Scientists have studied the immune system to find out why flu is easier to fight off than cancer – and hope it could help develop new early-stage treatments.
Studies of mice showed the immune system reacts less vigorously to cancer than to the flu virus, and can react to the same “low level” danger as a small cut.
Scientists at the Cancer Research UK Scotland Institute in Glasgow hope the research could lead to new treatments which boost the immune response so it fully activates and tackles cancer when it starts.
Each year, 16,300 people die from cancer in Scotland, with around 34,100 people newly diagnosed per year.
It was already understood that the body does not always recognise the major threat cancer presents, but perceives the danger posed by flu.
Scientists examined skin cancer that had spread to the lungs – how the immune system reacts to the cancer was the focus and therefore the results could be applicable to a variety of cancer types.
It is hoped the discovery, published in Science Immunology, will lead to new cancer treatments which are less harsh than existing ones.
Researchers experimented on mice, and found that while the immune system reacted vigorously to the flu virus, it did not fully activate against the cancer.
They specifically looked at cells in the immune system of mice – called dendritic cells – which also exist in humans.
There are two types of dendritic cells, one which exists in the cells which become tumorous and those which live in the lymph nodes, a key part of the immune system.
Once the cancer begins, the dendritic cells in the cancer move towards the lymph nodes, but once there, they do not give out the same level of danger alert to the dendritic cells in the lymph nodes as they do when the flu virus is present.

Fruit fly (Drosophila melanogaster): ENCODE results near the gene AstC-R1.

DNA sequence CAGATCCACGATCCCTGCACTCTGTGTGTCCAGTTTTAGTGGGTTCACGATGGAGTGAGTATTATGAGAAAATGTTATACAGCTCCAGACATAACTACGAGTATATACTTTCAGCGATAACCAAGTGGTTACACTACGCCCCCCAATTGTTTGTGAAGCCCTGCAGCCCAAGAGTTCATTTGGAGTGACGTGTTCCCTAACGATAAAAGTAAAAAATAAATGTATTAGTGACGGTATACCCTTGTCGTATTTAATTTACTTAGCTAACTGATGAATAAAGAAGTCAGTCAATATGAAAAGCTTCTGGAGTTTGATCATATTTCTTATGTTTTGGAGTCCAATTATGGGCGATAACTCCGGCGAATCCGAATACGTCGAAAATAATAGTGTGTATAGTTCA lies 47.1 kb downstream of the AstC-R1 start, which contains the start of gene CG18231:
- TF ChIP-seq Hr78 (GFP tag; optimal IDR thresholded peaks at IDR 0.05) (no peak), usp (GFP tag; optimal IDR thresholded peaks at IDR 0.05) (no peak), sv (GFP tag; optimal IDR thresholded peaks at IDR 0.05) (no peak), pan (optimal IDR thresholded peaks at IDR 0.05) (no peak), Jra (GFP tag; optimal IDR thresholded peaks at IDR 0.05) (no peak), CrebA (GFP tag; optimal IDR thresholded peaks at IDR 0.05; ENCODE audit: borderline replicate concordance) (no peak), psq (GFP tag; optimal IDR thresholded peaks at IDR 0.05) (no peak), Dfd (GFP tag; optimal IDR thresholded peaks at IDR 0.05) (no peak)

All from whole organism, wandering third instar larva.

This means the immune system sees the level of threat from the cancer as the same as a minor injury, such as a small cut, and only activates in a low level way.
The next step for the research will be to further examine how the immune system communicates, how it receives signals alerting it to threats and how it understands how significant the threat is.
Further studies will also demonstrate whether the exposure of the immune system to the threat is a factor in how much, or how little, it reacts.
Lead researcher Dr Ed Roberts, of the Cancer Research UK Scotland Institute and the University of Glasgow, said: “We looked at cancer which had spread to the lungs as it affects the same organs which are affected by flu for the best comparison.
“We wanted to see how the immune system coped with the different threats and we saw that the alarm system didn’t activate as strongly as it did for the flu.
“Knowing that the emergency signals get stopped in the part of the process which the dendritic cells are responsible for, could allow new immunotherapies to be created which boost the immune system so it does attack the cancer, or activate the alert system itself.
“This could allow cancers to be caught at an early stage and tackled by a patient’s own immune system rather than harsh treatments which are necessary at a later stage when the cancer has grown and potentially spread to other parts of the body.”
Dr Catherine Elliot, director of research at Cancer Research UK, said: “The immune system is a growing focus of cancer research and this exciting research could help us find ways to help our own bodies fight cancer more vigorously.
“This discovery could help us tackle cancer in its early stages and prevent it developing, spreading and even starting in the first place.
“Further research will be needed but immunology studies such as this could be key to how we treat cancer in the future.”
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